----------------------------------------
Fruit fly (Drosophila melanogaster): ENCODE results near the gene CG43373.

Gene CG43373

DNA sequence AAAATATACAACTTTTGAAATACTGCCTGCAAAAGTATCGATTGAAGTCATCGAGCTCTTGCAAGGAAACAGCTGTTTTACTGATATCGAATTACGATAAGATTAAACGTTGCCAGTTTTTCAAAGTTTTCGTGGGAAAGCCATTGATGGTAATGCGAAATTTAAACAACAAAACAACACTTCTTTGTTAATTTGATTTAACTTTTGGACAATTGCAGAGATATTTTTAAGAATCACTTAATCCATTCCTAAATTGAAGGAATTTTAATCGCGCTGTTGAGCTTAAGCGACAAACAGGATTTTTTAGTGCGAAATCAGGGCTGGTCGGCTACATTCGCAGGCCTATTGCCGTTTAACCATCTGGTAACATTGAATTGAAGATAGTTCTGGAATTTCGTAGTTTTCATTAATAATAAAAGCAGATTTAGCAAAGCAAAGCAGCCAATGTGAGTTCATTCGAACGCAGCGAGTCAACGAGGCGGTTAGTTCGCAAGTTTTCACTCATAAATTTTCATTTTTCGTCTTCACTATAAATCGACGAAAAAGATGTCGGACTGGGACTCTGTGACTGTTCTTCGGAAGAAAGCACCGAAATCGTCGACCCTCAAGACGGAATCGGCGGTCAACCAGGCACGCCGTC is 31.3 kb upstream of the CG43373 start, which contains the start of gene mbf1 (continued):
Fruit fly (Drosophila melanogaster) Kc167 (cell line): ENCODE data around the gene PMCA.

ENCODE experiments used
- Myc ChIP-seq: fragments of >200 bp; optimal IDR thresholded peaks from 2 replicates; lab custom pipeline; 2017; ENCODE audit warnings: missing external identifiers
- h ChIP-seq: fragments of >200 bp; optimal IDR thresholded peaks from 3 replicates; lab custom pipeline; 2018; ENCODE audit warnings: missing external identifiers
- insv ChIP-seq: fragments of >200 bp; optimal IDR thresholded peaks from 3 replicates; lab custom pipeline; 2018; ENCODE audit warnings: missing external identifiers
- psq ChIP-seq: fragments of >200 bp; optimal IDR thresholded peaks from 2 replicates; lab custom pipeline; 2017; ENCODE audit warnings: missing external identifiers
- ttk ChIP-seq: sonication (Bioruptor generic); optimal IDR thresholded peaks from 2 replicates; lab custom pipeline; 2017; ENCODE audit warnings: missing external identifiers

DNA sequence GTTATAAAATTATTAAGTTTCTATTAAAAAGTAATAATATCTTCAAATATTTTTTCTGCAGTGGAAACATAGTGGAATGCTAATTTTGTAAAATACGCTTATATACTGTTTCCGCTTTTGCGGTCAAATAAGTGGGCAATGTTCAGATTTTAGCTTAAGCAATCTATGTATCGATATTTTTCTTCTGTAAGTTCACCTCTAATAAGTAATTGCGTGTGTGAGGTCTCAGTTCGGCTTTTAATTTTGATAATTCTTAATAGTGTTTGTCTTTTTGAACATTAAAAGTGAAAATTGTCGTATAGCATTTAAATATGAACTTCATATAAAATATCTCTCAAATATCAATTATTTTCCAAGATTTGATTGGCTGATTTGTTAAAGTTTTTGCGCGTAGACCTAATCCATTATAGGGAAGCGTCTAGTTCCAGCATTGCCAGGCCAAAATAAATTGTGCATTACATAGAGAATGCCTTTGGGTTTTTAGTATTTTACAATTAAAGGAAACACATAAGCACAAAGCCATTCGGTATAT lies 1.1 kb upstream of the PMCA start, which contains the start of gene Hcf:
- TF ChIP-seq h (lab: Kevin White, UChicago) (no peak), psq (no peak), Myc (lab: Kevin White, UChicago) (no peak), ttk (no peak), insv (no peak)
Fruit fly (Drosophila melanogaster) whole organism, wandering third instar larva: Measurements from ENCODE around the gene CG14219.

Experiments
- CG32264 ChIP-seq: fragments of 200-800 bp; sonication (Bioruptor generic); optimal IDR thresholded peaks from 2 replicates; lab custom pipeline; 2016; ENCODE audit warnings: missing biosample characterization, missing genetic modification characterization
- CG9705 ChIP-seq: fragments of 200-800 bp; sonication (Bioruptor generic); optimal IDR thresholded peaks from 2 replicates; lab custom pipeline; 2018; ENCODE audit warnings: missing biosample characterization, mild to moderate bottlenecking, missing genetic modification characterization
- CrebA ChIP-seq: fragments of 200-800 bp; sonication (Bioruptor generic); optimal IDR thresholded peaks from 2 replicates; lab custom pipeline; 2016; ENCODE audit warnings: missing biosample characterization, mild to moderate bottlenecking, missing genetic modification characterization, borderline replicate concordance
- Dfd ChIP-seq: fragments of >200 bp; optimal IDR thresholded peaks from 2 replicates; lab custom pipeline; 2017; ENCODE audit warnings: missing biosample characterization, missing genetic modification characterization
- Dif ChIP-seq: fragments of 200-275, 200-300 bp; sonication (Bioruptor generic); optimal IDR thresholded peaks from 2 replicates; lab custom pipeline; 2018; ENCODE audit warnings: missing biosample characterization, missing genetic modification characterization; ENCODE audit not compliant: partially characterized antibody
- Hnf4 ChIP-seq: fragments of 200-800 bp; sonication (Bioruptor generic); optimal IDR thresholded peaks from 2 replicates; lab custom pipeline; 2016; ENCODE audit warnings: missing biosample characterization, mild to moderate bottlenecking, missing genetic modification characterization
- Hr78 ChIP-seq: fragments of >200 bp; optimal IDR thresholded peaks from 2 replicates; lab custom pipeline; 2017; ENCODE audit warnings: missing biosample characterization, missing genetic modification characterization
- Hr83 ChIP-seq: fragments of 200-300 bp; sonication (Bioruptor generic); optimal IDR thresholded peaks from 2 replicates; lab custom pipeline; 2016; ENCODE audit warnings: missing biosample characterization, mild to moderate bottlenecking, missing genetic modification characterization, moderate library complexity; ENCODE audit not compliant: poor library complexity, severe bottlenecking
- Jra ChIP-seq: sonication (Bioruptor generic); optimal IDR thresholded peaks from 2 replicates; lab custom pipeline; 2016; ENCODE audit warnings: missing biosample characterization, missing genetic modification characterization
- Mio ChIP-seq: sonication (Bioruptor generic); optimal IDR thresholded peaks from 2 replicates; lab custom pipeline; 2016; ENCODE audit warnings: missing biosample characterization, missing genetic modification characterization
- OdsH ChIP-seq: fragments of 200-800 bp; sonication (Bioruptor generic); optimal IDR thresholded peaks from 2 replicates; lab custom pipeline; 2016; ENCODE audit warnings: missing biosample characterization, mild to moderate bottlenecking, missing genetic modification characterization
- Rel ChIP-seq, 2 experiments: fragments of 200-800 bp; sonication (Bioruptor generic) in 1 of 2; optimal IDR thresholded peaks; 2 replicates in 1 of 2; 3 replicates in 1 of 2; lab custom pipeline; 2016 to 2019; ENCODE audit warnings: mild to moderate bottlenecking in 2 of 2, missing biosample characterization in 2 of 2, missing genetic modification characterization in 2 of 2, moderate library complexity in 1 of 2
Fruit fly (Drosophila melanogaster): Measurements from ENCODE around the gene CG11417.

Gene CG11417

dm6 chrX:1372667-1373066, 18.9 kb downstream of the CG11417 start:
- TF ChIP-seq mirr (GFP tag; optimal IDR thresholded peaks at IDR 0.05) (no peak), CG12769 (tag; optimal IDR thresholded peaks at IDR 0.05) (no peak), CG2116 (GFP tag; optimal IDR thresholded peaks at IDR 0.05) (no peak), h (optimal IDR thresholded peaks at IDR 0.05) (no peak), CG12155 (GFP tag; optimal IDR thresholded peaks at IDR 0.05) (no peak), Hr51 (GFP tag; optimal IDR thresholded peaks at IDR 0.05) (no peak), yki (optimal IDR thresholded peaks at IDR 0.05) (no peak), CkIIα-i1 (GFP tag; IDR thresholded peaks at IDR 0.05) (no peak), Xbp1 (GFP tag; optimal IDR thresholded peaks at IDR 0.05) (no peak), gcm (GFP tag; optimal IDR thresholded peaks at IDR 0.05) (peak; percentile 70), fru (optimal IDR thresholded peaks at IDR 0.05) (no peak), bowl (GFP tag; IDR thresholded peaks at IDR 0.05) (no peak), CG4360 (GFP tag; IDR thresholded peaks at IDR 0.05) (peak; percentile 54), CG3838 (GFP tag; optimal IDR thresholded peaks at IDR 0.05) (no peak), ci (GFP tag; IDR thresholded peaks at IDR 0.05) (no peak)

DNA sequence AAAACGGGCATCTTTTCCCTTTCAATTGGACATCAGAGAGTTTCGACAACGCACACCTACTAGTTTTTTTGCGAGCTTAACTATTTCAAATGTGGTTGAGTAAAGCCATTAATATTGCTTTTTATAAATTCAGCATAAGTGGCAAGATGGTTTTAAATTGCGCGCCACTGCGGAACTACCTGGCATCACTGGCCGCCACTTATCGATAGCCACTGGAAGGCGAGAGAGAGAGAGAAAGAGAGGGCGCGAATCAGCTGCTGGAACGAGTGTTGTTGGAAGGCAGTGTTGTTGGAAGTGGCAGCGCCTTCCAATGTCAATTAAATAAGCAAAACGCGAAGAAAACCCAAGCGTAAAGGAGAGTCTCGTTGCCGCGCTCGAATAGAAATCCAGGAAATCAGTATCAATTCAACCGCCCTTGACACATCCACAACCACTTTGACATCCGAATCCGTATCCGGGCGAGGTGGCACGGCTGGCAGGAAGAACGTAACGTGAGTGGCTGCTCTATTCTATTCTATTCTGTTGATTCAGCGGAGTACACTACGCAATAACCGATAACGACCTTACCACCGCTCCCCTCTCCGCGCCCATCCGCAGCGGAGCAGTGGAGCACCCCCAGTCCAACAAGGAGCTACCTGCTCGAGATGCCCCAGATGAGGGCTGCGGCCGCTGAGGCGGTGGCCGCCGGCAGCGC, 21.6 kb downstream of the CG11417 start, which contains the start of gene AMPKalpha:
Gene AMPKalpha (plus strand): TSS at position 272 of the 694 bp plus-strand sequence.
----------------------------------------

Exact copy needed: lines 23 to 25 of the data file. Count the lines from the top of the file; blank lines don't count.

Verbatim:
- Jra ChIP-seq: sonication (Bioruptor generic); optimal IDR thresholded peaks from 2 replicates; lab custom pipeline; 2016; ENCODE audit warnings: missing biosample characterization, missing genetic modification characterization
- Mio ChIP-seq: sonication (Bioruptor generic); optimal IDR thresholded peaks from 2 replicates; lab custom pipeline; 2016; ENCODE audit warnings: missing biosample characterization, missing genetic modification characterization
- OdsH ChIP-seq: fragments of 200-800 bp; sonication (Bioruptor generic); optimal IDR thresholded peaks from 2 replicates; lab custom pipeline; 2016; ENCODE audit warnings: missing biosample characterization, mild to moderate bottlenecking, missing genetic modification characterization